(Release Date: March 29, 2002)
(US Release Date: June 14, 2002 [Seattle International Film Festival])
Sympathy for Mr. Vengeance is the lesser known first entry in Park Chan-wook's Revenge Trilogy and, like the sophomore effort, Oldboy, it not only relies on more blood than Dracula could down in an evening, but also ironic black humor and the escalating depravity that pushes the boundaries of what could possibly get worse from here. Man, oh, man every bottom floor has a basement right underneath it.
Observe: Ryu (Shin Ha-kyun) is rejected from donating his own back-bean for his sister's surgery because he has the wrong damned blood type. Now that sucks. The suck turns into a vacuum when Ryu is fired from his already crappy job. Now I don't know how many want ads you've seen for green-haired deaf Korean dudes, but the list for me begins and ends at zero. If his life is a diaper, guess what... it's about to fill up! Just as frowning Ryu discovers a saving grace (in the form of an illegal band of organ harvesters) for his sister (Lim Ji-eun), things to indeed get a few points higher on the crap-o-matic scale. See, to get a kidney, Ryu has to give a kidney to these urinary pirates in return. That and his entire life savings.
Right about at the time that he finds himself lying naked on the floor of an abandoned warehouse, penniless, with a hole in his back and no renal reward in sight, things start going downhill for him. Yeah, see, in retrospect, that's the HAPPY part of this movie!
To gloss over a gory detail or five, Yeong-mi (the aforementioned hot, chain smoking, communist, terrorist, erstwhile naked girlfriend, played by Bae Du-na) convinces Ryu to kidnap the daughter of his rich ex-boss, company President Park Dong-jin (Song Kang-ho) and hold her for enough ransom to pay for the kidney surgery his sister so desperately needs (the kidney suddenly became available around the time of Ryu's now-superfluous nephrology nightmare). Do I have to tell you that the kidnapping (and most everything else) goes horribly wrong, and is soon spinning down the proverbial crapper faster than the syndication rights of "The John Goodman Show"? Verily, faster than you can say "Normal, Ohio", Ryu is in over his green head and is sure to be suffering like Cher on a sad solo album.
As in Oldboy, director (and co-writer) Park muddies the waters surrounding just who is acting out their vengeance for which wrong (multiple parties having a right to revenge multiple grievances), but here, Park dispenses with the mystery and thrusts the entire thing skillfully into our faces. The thrills in Sympathy for Mr. Vengeance come from the storytelling, which can be both touching and horrific (often at the same damned time). As the first hour ends the second kicks off with a new angle on this continuing, singular theme as Mr. Vengeance carries out his vengeful response.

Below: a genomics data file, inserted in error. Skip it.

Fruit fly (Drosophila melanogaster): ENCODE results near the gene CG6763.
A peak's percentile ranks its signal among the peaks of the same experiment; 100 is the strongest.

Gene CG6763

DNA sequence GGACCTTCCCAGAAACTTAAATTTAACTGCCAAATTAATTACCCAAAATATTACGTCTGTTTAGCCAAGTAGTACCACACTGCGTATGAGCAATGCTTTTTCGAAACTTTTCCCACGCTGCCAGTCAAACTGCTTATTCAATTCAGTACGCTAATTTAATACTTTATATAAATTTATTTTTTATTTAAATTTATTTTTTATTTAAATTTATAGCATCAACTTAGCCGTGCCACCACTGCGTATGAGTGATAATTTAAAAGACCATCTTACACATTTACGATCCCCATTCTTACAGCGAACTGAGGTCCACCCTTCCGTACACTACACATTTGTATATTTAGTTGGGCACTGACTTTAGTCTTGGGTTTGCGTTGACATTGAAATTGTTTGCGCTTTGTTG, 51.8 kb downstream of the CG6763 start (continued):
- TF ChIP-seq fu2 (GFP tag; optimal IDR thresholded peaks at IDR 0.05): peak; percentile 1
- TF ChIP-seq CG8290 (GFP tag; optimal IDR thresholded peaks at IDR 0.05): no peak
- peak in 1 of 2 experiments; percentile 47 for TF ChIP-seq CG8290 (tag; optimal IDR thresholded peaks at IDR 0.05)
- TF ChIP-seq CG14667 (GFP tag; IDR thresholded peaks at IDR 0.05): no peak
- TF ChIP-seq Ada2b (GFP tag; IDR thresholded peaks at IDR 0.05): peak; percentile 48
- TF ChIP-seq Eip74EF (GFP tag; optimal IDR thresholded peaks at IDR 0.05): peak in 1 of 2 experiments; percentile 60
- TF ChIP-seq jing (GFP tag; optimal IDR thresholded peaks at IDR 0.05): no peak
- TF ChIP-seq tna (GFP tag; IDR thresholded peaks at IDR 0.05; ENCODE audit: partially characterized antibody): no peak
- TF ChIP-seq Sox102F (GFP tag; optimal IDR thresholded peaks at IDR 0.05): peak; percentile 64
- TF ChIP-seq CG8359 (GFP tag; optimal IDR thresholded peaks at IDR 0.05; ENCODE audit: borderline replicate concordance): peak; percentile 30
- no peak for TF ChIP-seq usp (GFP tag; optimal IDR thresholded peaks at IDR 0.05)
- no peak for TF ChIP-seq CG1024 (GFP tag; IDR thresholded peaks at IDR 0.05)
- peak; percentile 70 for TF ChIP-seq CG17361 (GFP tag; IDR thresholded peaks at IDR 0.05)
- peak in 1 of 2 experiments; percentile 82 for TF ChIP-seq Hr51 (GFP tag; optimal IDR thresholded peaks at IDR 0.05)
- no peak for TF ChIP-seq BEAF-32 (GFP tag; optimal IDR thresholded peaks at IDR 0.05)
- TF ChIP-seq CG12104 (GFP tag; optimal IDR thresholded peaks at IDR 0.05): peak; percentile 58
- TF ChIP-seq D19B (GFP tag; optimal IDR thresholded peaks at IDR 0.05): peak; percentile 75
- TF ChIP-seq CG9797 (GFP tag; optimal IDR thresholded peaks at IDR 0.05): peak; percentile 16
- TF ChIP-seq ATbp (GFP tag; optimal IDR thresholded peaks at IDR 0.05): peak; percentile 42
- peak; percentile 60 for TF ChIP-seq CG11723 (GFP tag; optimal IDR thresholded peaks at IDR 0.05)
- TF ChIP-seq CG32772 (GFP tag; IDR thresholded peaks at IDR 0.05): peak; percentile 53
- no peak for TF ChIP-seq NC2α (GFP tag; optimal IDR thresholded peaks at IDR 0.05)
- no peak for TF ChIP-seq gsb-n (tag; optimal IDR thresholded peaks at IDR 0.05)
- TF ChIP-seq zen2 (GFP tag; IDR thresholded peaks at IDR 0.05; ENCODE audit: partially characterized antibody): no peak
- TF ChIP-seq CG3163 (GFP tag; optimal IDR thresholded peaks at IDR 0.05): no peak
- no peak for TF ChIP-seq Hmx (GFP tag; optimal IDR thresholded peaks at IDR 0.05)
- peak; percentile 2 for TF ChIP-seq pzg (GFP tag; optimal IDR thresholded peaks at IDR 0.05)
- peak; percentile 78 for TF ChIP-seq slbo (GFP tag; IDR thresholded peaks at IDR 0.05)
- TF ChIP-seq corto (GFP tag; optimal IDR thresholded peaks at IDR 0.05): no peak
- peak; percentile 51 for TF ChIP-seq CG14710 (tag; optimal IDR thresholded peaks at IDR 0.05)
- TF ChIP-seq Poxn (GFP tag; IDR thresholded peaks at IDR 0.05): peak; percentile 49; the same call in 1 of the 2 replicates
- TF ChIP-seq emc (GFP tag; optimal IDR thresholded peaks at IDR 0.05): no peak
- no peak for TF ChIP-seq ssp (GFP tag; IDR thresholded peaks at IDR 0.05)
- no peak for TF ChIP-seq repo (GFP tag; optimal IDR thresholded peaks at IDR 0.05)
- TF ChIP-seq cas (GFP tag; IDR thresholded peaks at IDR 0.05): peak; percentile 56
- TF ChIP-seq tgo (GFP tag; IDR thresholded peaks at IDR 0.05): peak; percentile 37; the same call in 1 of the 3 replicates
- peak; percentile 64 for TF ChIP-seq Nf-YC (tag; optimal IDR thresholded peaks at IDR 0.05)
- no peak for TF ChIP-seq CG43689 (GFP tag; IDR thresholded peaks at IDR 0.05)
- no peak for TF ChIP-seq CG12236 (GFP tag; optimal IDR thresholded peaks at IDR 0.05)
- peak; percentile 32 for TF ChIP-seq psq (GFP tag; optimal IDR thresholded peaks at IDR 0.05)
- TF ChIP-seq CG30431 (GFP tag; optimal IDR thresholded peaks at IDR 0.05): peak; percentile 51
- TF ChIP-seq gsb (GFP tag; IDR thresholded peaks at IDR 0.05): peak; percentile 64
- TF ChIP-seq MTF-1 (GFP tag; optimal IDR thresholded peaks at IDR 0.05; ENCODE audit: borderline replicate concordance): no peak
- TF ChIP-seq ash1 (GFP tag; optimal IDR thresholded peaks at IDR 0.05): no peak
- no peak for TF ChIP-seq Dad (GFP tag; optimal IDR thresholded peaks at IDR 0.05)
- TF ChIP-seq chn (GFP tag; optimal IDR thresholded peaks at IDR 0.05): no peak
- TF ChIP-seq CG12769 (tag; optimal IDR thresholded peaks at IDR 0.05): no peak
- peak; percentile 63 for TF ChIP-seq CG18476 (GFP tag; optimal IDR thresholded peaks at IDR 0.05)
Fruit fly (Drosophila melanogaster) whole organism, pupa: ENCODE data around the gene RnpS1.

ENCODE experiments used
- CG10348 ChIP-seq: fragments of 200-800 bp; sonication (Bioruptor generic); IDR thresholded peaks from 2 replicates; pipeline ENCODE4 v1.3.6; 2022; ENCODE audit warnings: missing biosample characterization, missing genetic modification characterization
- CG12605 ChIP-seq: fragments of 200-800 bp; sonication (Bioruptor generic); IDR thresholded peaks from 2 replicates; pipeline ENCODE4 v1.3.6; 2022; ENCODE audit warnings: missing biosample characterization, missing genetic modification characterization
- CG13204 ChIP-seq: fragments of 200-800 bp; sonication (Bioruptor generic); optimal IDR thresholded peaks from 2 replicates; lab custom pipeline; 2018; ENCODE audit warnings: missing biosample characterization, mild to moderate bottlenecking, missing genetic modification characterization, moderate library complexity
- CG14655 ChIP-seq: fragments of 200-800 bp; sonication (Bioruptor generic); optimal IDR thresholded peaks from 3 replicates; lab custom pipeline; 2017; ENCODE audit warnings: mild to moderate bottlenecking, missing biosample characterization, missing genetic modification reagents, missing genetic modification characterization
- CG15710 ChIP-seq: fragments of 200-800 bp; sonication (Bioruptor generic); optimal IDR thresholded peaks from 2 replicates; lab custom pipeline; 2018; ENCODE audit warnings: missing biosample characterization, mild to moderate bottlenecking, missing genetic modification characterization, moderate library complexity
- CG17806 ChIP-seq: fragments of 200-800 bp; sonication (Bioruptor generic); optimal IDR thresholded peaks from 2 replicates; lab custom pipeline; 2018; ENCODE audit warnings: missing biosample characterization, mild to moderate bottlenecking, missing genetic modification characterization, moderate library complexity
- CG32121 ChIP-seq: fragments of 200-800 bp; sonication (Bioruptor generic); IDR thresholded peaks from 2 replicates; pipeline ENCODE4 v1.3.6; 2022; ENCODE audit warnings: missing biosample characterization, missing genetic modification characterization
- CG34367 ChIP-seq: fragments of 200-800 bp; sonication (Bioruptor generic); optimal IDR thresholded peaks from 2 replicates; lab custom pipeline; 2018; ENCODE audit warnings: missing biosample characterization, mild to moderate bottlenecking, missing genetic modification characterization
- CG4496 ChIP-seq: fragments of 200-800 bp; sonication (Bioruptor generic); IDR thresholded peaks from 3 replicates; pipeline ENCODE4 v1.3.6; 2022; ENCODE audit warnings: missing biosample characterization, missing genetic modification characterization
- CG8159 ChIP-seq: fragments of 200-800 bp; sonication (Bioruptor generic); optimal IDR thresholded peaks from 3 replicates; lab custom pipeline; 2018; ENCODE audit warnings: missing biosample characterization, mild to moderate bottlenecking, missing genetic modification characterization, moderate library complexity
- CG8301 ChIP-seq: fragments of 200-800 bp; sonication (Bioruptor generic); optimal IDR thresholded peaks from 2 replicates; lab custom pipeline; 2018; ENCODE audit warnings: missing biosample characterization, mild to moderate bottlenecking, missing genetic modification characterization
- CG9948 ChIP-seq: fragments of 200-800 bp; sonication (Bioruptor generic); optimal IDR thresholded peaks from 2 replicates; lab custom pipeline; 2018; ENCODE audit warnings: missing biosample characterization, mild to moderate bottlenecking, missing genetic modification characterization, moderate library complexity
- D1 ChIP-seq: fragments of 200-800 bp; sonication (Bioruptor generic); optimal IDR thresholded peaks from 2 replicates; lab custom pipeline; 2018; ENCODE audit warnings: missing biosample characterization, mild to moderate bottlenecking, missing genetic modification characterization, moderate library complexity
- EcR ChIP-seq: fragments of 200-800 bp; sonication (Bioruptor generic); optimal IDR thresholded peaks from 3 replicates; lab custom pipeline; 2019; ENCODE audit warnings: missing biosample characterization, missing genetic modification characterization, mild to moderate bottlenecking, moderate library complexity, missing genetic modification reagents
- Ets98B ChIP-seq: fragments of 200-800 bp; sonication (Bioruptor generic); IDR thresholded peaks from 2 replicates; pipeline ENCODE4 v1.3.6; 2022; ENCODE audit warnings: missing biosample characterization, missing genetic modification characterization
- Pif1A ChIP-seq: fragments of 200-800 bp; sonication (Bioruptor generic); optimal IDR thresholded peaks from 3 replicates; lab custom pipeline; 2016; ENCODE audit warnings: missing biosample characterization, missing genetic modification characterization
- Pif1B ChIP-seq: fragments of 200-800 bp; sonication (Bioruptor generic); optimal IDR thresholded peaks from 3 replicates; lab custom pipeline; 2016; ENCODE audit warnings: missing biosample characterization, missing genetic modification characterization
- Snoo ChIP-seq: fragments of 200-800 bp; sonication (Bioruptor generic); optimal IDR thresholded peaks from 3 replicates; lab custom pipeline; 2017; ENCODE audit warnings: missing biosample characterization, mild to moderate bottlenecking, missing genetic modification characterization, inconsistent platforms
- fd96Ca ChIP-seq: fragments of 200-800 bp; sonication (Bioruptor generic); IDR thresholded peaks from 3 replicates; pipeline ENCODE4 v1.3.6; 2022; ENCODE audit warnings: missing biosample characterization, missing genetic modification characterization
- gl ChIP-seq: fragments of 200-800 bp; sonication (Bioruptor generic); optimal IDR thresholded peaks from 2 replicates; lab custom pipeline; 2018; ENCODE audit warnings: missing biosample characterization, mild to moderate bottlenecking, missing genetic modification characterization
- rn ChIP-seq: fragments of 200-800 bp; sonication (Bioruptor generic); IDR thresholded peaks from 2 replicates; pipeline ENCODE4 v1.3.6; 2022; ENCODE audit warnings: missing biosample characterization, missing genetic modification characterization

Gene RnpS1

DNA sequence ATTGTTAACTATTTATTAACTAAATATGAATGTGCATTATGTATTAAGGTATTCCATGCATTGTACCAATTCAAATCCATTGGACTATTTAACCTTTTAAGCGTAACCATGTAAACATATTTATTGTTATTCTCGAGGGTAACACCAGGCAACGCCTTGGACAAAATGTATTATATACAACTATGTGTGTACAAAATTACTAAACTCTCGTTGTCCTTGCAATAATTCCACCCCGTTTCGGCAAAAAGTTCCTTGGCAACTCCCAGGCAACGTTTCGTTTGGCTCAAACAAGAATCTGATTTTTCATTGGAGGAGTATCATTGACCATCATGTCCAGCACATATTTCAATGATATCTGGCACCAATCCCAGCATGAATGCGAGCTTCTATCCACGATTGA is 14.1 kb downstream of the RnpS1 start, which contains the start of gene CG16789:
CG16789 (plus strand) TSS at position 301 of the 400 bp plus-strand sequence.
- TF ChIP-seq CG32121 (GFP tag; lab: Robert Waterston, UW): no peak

As our antagonized protagonist traverses the slums of South Korea through the bloody trail of what really happened, Park (and fellow screenwriters Lee Jae-sun, Lee Mu-yeong and Lee Yong-jong) rely far less on gore and wince-worthy human damage to tell this story. That said, it's pretty damned sick, intentionally so, and definitely not for the kiddies. There is quite a lot of deeply disturbing imagery in this film, but much more on the psychological level than the vomitous anatomy lessons that the true splatter dramas have been offering up of late. (At least not solely that... a certain sequence gapes out at me and calls me a liar. Make that sequences...) Further, the black comedy angle is amplified to an almost surreal degree in this movie. The act of scaring, moving, arousing, disgusting and amusing the audience all at the same time is an uncomfortable situation at best, and more so when the experiment becomes a rousing success.
While, like any in the trilogy, this first film can be very hard to watch at times, the best part is that this one truly lives up to its name as we find sympathy for the revengers here (as sick as that may sound). There's good and bad here, but truth be told, this is one hell of a film, often unpredictable, often ironic, and often of that strange category in which one knows exactly what is coming, but relishes the outcome nonetheless. Intentional or not, Sympathy for Mr. Vengeance is an outside the box comment on the proverbial "Cycle of Violence".
Four Stars out of Five for Sympathy for Mr. Vengeance (or "Vengeance is Mine", as the actual Korean title translates). I'd like to give a special shout-out to the much appreciated nude scene offered up to us by Ryu's hot communist terrorist chain smoking abusive girlfriend. If revenge is a dish best served cold, you're the Tabasco in the porridge, baby! Way to make a hard to watch flick easy to drool over. Readers, you go check out Sympathy for Mr. Vengeance and Oldboy, right in time for your viewing of Lady Vengeance and feel free to play the hot part over and over... I will see you bouncing beautifully in the next reel. No need to take revenge for that shot, lady! There should be a special clause in all revenge tragedies that a nude scene from a hot Korean chick should trump the moral entitlement of the sinister minister kind of guy out for revenge. Or is that just me? Think about it before you answer... it might have made Hamlet a different play, but that would probably float well for Ophelia, no?
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